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shutterstock_265887227On October 5, 2015, Governor Brown signed the End of Life Option Act into law. The law requires that two doctors determine that a patient has six months or less to live before the lethal drugs can be prescribed. Patients also must be mentally competent to make medical decisions and be able to swallow the medication themselves and must affirm in writing, 48 hours before taking the medication, that they will do so.

But the law, when passed, wasn’t to become effective until 91 days after the adjournment of a special legislative session on health care, and no one knew exactly when that was going to happen. Now we do.  That session ended on March 10, 2016, which means that the law will be effective as of June 9, 2016.

Since this is a new law and a new policy for the state, it is going to take time for both the public and doctors to fully understand how the process is going to work and what the legal requirements are for compliance.

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shutterstock_226347421 (2)As an estate planner, I get calls often from disgruntled beneficiaries, concerned parents, frustrated Trustees, or distrustful siblings.  Death and money don’t always bring out the best in families. But despite countless books, movies and television shows, rushing to court isn’t always (maybe ever) the best idea for families facing conflict.

Litigation, after all, is designed to create “winners” and “losers,” but family disputes are seldom winner-take-all scenarios.  Worse, the very adversarial nature of litigation can fracture and disrupt family relationships to the point that after the dispute is over, those relationships may be lost, forever. And finally, litigation is both expensive (think six figures to go to trial) and public (think family secrets filed as public documents).

Mediation, a process in which the parties themselves can negotiate an agreement to a family dispute, is a real alternative to litigation for trust and estates conflicts, but not one that many people know about.  Yet. (I aim to change that.)

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money signIn last week’s end of the year budget bill, Congress made permanent the qualified charitable rollover distribution. This lets individuals who are 70 1/2 or older donate up to $100,000 a year directly from their IRA to qualified charities. By doing so, donors can reduce their taxable income (because the money coming out of the IRA won’t count as taxable income to them) and charities can benefit from income-tax free gifts (because qualified charities don’t have to pay income tax on the IRA withdrawals). The charitable rollover counts towards the donor’s required minimum distribution.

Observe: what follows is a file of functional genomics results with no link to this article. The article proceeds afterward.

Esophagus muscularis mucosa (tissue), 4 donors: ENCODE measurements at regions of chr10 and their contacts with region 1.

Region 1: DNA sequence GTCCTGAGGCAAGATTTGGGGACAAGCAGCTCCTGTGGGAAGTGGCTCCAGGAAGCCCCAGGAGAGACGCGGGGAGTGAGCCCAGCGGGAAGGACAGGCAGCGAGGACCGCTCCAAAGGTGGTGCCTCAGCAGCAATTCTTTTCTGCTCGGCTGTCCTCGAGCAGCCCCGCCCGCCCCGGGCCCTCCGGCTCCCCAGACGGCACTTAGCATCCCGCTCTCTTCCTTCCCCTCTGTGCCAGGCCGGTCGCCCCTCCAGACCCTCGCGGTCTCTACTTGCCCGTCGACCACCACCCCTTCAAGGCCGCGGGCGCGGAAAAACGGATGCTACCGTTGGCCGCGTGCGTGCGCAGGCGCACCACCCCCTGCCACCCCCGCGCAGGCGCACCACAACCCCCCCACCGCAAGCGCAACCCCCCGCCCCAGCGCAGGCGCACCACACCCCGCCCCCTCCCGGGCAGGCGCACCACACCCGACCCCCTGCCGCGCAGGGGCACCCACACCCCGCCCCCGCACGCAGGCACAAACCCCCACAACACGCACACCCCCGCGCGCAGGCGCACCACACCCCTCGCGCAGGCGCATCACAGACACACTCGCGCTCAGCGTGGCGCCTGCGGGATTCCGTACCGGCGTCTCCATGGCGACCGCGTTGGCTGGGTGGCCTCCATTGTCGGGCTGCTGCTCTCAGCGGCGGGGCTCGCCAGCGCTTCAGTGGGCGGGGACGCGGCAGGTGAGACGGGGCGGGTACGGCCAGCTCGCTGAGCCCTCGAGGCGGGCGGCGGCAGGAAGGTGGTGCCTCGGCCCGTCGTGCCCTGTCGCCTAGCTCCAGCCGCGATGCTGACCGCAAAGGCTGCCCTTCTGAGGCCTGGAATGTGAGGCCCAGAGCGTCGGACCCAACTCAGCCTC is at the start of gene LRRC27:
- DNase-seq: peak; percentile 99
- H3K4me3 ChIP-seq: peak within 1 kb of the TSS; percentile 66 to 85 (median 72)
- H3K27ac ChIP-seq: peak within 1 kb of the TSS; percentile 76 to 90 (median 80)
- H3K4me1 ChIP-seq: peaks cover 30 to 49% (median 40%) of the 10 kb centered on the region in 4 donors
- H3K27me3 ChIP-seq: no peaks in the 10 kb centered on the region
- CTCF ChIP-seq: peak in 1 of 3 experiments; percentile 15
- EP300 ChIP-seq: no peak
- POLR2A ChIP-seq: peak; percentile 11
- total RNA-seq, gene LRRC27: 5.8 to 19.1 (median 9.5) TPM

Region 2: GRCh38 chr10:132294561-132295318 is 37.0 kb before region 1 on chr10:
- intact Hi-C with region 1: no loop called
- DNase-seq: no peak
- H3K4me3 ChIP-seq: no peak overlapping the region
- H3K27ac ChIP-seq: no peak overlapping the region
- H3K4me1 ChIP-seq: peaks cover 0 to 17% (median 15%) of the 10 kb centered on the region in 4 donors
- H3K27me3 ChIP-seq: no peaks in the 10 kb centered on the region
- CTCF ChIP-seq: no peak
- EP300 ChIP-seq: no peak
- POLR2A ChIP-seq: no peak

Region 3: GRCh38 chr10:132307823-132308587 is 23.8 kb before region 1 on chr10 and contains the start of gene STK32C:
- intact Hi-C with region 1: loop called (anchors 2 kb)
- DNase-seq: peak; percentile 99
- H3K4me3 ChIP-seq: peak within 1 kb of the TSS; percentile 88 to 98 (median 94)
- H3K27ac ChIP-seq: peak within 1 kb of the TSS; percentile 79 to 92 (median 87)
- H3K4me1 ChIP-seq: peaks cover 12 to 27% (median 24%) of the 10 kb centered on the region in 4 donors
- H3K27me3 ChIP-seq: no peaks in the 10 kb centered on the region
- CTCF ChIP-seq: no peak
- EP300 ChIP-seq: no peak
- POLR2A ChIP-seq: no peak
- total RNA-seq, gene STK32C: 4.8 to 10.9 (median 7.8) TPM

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giveAs the year draws to a close, now is the time to consider making charitable gifts, both because it’s a good thing to do and because year-end charitable gifts will provide tax deductions.

In addition to the time-tested check writing method, here are three other ways that you can give that are less obvious and quite beneficial.

  1. Consider opening up a Donor Advised Fund. You can open up a Donor Advised Fund in 2015 and get a charitable deduction for that gift by year’s end. But, you can make recommendations on how those funds should be spent in 2016 or after.  Donor Advised Funds are a great strategy when you need the charitable deduction right away, but haven’t had time to research the charities that you want to support. You can open up Donor Advised Funds at large financial institutions like Schwab and Fidelity and Vanguard and also at community foundations like our very own Silicon Valley Community Foundation.
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digital_assets_estate_planningI’m thrilled to announce the release of my first in a series of e-books on estate planning that are designed to provide you with practical answers to real-life questions. This one is on Estate Planning for Digital Assets, and you can download it for free from my website.

This e-book is for anyone who has digital assets (email, photos, a blog, a Facebook page, Google Docs , and so on) and wants to learn about the best way to provide, or deny, access to these assets as part of a comprehensive estate plan.

It turns out that the traditional model of estate planning, which is to appoint someone to act for you after death, just doesn’t translate well to the digital realm, where terms of service contracts and federal law require an individual to provide consent before anyone else can access their digital assets.

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shutterstock_265887227In October, California became one of five states to permit medical aid in dying with the passage of the End of Life Option Act. The bill is modeled after one passed in Oregon in 1997.

Governor Brown signed the bill, with a signing statement that said, in part, “I do not know what I would do if I were dying in prolonged and excruciating pain. I am certain, however, that it would be a comfort to be able to consider the options afforded by this bill. And I wouldn’t deny that right to others.”